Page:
Celebrity Travel: Go Away With Charles Elton
Author Charles Elton says he loves living in his house by the sea in Somerset, England. But when he takes a vacation, he heads for Los Angeles. "Everyone in England is very snobbish about Los Angeles, saying there's no culture, it's movie orientated (and you have to) drive everywhere," says Elton, whose latest book is "The Songs" (Other Press, $24.95). "A few years ago, I rented a house in the Hollywood Hills for the summer and took my children. People were amazed I didn't rent a villa in Tuscany like everybody in England does. My answer was that the Hollywood Hills look like Tuscany, the food is better, there are first-run movies and shopping malls. What's not to like?"
Q. To someone who was going to Los Angeles for the first time, what would you recommend that they do during their visit?
A. In Los Angeles, I always head to Paradise Cove, about 20 miles beyond Malibu. It's a way off the road and amazingly deserted. The Pacific is gorgeous there, and there's a great old-fashioned hamburger joint. I also like going to see the Hollywood sign. It's like a mirage. You can see it, but it's almost impossible to reach.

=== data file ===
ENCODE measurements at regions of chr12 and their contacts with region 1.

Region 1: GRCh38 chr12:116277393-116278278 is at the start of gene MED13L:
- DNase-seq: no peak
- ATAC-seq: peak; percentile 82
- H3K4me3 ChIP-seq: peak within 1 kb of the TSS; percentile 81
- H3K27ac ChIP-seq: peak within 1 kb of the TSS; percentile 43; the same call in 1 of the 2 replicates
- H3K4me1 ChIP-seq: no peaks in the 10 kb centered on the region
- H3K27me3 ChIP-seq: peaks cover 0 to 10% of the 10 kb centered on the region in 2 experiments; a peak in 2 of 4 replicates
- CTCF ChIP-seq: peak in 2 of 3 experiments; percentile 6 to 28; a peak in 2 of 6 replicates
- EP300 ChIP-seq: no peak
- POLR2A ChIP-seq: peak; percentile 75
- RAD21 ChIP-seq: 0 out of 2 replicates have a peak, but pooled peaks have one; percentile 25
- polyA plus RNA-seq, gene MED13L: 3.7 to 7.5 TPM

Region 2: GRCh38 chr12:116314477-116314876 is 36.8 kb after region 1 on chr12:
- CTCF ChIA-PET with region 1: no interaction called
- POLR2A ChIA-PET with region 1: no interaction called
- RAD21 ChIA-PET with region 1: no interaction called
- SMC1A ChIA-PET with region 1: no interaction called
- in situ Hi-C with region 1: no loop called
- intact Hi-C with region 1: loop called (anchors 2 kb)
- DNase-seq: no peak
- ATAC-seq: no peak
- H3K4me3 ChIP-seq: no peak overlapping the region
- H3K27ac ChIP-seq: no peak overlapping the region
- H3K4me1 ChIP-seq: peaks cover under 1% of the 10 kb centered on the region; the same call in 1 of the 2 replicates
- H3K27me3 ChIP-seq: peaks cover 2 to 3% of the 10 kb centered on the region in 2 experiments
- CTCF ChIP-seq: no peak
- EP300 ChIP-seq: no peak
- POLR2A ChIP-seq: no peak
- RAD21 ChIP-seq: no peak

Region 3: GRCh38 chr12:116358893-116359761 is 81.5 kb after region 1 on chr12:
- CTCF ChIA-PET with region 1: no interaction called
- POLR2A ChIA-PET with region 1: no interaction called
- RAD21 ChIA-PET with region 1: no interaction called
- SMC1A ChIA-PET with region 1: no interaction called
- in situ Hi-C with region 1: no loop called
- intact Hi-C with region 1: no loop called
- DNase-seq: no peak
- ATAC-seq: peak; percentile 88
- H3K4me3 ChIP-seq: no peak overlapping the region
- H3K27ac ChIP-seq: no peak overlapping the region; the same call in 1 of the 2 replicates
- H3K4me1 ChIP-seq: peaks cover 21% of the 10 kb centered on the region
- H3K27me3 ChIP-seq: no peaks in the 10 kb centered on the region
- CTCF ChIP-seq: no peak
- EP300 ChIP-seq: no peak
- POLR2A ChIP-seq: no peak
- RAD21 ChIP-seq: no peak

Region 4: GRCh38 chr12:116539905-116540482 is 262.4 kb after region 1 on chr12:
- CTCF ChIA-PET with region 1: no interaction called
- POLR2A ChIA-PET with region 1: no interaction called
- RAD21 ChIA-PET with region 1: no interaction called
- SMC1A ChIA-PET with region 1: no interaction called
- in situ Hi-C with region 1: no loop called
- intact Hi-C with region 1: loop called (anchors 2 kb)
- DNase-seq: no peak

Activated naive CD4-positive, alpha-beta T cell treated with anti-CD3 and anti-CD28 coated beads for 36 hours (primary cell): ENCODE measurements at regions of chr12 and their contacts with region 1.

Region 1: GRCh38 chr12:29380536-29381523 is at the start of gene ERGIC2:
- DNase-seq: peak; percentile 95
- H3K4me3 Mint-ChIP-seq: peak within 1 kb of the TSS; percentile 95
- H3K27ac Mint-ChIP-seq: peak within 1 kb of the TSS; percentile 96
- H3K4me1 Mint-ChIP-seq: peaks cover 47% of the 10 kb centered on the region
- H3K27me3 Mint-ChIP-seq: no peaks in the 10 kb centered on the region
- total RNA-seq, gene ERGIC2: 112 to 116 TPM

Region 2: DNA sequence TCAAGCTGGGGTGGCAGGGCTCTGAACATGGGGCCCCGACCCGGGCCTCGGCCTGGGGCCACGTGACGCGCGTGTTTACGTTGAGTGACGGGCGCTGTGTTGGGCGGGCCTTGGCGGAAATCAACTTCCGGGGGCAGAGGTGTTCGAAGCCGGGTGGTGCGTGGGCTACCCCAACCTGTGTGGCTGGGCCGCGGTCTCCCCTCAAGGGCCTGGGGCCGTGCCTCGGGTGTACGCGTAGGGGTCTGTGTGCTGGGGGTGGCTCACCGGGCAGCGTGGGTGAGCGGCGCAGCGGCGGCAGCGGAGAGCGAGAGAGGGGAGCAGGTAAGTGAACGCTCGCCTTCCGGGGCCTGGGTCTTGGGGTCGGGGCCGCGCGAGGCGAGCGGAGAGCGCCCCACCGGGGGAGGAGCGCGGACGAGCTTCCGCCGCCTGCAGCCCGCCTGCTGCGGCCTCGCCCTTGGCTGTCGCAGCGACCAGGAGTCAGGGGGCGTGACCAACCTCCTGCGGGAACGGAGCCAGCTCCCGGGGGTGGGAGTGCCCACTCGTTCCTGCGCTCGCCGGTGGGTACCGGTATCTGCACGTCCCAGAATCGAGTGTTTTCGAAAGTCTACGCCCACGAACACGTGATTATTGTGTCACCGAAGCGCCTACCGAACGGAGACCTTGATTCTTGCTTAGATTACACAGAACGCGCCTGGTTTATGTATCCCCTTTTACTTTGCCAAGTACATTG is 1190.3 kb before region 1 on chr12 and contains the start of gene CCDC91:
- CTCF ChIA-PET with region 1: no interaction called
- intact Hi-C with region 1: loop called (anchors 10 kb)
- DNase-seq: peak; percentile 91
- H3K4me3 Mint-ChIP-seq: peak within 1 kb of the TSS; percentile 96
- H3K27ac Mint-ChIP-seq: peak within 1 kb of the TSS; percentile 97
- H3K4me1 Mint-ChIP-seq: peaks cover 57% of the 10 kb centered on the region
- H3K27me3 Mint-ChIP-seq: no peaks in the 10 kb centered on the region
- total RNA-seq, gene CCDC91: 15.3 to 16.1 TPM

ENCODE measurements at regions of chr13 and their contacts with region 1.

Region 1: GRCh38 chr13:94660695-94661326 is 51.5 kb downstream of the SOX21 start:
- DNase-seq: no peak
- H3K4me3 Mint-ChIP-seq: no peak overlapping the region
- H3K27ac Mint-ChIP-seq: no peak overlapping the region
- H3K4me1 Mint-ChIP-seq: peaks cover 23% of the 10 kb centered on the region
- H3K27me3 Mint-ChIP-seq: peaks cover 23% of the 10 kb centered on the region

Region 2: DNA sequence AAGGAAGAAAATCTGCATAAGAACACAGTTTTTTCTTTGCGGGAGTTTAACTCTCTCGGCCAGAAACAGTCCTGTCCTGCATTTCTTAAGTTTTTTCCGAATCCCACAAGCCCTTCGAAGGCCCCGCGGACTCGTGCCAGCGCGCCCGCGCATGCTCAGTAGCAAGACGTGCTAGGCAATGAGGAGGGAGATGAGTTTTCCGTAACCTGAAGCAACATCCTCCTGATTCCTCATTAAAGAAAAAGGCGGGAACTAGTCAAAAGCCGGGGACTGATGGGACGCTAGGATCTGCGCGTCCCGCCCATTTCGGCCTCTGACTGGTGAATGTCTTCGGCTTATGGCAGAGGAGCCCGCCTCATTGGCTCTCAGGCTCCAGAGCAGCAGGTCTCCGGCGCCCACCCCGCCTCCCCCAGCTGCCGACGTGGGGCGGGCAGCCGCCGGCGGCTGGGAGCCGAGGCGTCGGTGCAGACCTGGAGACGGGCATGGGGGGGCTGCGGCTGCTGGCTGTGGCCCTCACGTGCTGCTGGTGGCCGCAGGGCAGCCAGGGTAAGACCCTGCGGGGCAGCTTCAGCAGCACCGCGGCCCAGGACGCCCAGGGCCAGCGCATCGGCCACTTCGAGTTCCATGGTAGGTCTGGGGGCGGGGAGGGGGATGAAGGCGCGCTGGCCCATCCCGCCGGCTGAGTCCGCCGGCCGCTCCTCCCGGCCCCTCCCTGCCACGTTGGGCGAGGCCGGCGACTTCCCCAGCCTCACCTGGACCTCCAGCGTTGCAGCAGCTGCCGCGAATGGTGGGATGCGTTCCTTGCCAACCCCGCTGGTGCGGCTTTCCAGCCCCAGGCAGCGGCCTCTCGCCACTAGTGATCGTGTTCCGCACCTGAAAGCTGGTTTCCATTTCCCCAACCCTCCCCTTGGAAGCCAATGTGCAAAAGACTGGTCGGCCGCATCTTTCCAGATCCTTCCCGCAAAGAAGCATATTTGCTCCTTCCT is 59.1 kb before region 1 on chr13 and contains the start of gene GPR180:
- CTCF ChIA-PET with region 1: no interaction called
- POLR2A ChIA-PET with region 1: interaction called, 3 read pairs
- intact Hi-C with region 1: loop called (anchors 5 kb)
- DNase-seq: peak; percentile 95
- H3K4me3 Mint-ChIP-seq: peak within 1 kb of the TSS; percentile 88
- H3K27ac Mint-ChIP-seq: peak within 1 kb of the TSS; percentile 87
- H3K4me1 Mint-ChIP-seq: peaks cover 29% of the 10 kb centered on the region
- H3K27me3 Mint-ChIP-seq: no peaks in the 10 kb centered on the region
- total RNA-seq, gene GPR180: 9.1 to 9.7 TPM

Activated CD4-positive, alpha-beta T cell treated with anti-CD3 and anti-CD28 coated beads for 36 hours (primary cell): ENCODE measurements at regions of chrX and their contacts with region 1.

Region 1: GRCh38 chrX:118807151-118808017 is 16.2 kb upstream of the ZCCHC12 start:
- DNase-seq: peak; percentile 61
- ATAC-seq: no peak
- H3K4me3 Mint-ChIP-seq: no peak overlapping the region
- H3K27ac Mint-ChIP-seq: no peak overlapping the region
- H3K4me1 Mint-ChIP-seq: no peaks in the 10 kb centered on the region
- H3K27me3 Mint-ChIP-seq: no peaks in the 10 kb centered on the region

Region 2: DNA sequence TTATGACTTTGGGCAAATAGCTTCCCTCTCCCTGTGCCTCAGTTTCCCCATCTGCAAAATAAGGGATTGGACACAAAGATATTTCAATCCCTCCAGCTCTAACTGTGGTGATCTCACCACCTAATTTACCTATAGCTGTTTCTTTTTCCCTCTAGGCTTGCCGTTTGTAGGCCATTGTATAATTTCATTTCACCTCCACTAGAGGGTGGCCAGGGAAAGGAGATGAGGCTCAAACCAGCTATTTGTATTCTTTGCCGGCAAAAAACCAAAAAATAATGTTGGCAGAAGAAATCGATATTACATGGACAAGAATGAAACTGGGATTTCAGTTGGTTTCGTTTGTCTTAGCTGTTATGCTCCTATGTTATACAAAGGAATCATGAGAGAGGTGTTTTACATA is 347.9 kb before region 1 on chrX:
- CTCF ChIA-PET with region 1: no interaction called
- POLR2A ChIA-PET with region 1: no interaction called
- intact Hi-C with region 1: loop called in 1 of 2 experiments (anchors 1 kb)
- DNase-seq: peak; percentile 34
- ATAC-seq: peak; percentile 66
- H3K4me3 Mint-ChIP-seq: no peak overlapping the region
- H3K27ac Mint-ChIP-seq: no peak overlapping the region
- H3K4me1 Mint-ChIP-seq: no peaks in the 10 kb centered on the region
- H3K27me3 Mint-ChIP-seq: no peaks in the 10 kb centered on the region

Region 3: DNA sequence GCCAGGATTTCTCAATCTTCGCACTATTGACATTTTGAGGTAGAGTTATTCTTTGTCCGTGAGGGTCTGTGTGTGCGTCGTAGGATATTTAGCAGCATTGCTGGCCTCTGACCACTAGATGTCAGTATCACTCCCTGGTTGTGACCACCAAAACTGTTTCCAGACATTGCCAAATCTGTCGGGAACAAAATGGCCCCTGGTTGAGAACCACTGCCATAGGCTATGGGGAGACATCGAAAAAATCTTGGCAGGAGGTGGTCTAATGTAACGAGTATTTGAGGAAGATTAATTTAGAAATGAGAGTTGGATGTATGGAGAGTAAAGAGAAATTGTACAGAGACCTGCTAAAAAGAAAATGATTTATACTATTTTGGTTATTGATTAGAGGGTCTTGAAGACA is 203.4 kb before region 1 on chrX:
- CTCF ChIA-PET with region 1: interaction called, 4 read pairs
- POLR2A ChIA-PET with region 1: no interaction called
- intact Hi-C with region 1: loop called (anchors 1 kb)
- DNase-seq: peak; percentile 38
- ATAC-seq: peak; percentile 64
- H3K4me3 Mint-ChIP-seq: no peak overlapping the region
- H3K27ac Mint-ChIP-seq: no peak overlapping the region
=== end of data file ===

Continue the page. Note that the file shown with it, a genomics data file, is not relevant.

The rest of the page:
Q. What untapped destination should people know about?
A. In London, there's a completely unpublicized (Greenwich) Foot Tunnel under the River Thames. It is like a small subway tunnel and takes about 10 minutes to walk through. Few people use it and it's a strange and rather spooky experience. At the other side you come up into Greenwich, which is one of the most beautiful and historic parts of London.
Q. What was the first trip you took as a child?
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A. When I was four, my parents rented a house by the beach in Hornbaek, Denmark -- a very exotic thing to do in the 1960s. (It was) windy and beautiful and rainy, so it was no different from an English summer.
Q. Have you traveled to a place that stood out so much that you felt compelled to incorporate it into your work?
A. My first book, "Mr. Toppit," is partly set in Los Angeles and involves skinny-dipping at Paradise Cove. "The Songs" is partly set in Israel, where I once lived on a kibbutz.
Q. What's the most important thing you've learned from your travels?